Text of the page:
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"The only thing necessary for the triumph of evil is for good men to do nothing"
Edmund Burke

[page 69]
Although plaintiff bases its complaint on the trade dress, including the packaging, of the two devices, in its reply brief plaintiff says that infringement has occurred because the product design alone of the two devices, separate from the packaging, is "virtually identical." Plaintiff cites Lois Sportswear, U.S.A., Inc. v. Levi Strauss & Co., 799 F.2d 867 (2d Cir.1986) for the proposition that post-sale confusion is actionable.

Lois Sportswear was a product configuration case in which an infringer used a pattern identical to Levi Strauss' trademarked stitching pattern on the back of jeans. The Second Circuit's concern in Lois Sportswear was that, although the label may prevent customer confusion at the point of sale, consumers would be confused as to the source of the infringing jeans when they see people wearing the jeans in public, without the labeling, and this may influence their future buying decisions.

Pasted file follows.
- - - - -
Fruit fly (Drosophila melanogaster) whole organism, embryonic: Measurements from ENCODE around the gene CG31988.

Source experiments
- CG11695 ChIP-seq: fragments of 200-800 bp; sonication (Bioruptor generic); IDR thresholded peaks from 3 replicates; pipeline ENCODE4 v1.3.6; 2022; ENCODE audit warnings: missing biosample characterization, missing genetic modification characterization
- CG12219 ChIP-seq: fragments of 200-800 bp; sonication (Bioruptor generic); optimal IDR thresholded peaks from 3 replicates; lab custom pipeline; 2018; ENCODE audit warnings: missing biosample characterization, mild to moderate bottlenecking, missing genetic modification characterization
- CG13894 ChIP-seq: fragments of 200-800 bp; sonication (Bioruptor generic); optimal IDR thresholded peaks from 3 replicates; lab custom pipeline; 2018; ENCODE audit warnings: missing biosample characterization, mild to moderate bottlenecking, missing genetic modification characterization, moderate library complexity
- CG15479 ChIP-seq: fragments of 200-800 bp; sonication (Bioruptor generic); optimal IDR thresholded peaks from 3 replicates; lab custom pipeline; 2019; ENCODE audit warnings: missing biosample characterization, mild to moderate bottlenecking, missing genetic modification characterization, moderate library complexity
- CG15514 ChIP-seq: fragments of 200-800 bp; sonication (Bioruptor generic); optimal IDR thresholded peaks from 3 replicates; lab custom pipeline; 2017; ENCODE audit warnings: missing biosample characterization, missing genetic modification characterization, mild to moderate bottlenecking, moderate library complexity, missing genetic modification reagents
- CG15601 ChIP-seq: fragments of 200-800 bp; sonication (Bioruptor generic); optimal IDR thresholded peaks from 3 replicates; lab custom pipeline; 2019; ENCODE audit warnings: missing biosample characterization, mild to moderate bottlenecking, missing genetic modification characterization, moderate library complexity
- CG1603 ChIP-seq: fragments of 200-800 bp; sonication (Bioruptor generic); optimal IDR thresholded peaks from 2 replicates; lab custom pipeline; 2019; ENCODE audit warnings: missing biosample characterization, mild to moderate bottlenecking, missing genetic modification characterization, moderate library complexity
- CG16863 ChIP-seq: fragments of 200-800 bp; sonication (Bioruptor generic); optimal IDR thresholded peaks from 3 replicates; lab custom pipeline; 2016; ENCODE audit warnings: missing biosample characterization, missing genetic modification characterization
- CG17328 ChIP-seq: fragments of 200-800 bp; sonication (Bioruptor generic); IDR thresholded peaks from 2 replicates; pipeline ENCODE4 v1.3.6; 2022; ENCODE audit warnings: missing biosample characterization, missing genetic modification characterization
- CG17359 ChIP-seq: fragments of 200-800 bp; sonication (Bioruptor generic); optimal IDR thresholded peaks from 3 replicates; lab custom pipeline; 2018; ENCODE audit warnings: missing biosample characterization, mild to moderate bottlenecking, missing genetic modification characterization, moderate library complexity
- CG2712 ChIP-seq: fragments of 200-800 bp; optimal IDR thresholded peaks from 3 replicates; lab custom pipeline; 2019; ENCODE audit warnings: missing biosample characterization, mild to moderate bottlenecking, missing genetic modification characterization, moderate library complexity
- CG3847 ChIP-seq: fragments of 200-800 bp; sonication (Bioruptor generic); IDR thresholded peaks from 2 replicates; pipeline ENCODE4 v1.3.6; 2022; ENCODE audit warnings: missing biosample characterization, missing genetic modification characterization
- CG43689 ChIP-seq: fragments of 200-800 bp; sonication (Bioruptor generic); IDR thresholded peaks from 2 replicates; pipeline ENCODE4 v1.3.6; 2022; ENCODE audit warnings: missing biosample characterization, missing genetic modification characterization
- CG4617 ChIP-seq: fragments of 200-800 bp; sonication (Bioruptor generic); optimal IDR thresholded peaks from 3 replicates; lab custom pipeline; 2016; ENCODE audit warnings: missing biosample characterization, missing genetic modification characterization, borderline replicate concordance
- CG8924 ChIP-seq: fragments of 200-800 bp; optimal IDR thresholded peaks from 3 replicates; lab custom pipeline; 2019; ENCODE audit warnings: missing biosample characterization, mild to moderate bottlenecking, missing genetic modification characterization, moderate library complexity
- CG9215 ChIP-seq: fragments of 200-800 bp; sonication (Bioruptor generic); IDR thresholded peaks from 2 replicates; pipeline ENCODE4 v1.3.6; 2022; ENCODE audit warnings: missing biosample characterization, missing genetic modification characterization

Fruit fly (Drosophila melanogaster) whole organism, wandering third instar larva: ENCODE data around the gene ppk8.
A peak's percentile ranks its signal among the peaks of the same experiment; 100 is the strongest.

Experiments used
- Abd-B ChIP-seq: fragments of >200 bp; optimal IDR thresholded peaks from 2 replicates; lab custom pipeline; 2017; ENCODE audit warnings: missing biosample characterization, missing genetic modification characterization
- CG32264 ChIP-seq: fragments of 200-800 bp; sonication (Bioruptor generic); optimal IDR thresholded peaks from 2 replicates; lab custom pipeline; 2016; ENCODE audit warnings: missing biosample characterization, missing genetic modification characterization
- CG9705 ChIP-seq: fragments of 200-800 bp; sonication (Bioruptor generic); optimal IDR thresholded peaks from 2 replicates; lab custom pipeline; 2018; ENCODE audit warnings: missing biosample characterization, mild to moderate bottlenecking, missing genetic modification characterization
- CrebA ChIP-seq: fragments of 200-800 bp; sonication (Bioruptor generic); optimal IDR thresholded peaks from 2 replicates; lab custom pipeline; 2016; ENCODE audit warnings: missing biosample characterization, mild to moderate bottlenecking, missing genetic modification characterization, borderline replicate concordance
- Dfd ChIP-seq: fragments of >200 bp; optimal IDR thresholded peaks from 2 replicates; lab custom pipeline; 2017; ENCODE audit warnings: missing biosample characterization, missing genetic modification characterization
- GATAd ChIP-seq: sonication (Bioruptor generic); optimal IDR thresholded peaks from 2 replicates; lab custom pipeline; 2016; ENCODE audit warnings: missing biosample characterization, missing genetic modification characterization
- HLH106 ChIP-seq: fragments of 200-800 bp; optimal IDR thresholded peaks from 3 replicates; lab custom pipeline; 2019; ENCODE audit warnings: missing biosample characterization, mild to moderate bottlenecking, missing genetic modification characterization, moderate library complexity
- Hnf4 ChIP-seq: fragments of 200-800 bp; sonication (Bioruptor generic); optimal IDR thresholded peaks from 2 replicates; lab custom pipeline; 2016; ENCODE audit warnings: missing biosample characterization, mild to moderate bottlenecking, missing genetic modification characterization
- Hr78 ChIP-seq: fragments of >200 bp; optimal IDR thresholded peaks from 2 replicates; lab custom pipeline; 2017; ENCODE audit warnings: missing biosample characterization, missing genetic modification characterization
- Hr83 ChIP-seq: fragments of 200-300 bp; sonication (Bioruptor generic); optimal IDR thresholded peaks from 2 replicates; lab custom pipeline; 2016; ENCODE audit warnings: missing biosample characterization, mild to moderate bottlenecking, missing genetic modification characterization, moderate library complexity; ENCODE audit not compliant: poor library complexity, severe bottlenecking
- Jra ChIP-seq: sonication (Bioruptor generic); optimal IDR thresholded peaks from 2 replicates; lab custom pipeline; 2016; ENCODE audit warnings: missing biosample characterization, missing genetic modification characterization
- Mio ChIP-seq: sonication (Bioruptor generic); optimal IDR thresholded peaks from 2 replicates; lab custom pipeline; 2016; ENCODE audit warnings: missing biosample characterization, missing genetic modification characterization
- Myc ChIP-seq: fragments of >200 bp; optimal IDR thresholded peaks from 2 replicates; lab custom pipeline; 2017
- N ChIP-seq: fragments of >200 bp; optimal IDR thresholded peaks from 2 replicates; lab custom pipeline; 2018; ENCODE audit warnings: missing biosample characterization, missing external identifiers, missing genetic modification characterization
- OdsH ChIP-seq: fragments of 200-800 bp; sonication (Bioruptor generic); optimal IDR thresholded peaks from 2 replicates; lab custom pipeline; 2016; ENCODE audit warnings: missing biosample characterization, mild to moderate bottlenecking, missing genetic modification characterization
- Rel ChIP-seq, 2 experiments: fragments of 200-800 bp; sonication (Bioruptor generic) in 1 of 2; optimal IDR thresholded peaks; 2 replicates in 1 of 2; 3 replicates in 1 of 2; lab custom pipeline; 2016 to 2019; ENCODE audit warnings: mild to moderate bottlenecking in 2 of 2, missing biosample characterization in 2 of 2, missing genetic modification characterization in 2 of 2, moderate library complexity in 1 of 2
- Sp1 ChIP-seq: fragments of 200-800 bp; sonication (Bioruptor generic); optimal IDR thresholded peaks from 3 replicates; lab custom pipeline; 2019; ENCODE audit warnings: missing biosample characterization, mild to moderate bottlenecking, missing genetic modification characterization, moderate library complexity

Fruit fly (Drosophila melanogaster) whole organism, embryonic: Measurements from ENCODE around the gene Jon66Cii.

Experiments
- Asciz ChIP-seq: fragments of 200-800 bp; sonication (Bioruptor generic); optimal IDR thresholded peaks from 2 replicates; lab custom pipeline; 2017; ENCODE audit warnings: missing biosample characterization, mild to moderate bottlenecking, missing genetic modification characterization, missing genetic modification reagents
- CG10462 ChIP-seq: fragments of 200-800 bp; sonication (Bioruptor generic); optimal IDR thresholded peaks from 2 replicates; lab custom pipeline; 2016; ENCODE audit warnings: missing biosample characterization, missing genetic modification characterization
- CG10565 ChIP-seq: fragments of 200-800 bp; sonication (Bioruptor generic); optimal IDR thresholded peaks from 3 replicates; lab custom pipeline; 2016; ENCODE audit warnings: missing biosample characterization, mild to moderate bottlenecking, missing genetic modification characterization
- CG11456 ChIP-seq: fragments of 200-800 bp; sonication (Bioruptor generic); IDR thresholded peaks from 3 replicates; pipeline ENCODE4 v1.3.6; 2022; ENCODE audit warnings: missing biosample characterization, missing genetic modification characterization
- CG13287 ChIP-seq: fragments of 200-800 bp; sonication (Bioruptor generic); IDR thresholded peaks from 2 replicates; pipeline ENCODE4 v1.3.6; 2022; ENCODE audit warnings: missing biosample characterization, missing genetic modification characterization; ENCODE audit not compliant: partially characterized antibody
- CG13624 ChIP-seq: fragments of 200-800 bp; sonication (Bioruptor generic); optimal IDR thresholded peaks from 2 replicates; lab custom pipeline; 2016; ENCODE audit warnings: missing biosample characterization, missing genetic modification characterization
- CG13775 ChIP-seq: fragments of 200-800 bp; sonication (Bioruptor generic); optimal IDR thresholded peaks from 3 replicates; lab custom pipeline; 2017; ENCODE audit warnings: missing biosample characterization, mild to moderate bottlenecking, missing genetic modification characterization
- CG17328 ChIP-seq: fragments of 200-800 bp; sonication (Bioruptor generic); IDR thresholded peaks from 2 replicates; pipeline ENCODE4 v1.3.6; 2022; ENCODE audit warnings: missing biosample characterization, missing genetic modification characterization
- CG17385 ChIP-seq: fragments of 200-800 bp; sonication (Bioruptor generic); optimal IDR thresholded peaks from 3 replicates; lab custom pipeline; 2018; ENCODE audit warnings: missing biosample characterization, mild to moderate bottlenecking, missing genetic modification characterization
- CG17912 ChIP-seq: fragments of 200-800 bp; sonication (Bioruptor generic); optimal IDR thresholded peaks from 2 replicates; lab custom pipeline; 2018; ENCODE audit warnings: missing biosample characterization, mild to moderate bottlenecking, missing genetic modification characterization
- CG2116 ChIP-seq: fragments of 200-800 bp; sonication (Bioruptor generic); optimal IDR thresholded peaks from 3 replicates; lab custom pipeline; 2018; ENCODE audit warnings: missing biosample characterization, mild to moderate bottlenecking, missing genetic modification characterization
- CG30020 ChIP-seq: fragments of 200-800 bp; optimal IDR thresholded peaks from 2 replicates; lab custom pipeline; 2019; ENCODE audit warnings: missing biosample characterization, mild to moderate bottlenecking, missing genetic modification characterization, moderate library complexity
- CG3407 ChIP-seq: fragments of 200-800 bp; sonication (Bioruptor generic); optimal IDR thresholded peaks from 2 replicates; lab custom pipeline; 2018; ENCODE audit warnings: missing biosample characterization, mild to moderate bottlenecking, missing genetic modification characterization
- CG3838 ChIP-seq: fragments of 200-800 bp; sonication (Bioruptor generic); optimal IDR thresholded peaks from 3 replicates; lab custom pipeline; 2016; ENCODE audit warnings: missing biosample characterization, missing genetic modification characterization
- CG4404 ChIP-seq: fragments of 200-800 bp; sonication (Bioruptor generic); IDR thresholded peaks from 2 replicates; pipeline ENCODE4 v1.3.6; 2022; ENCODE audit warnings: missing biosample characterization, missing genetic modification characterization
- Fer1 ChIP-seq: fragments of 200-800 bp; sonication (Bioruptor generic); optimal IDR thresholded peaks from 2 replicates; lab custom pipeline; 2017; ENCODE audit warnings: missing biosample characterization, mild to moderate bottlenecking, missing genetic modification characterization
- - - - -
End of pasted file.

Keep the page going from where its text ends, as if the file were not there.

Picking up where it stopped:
[page 70] For reasons already stated, the premise for plaintiff's argument is false. The trade dresses at issue are the products in their packages. Even if the court were to consider the products' designs on their own, the two products are by no means virtually identical. In addition, because the name "Global America" is prominently printed directly on the front of defendants' device and cannot simply be discarded like a label, there is little or no likelihood that potential customers seeing the device attached to steering wheels would be confused as to its source.


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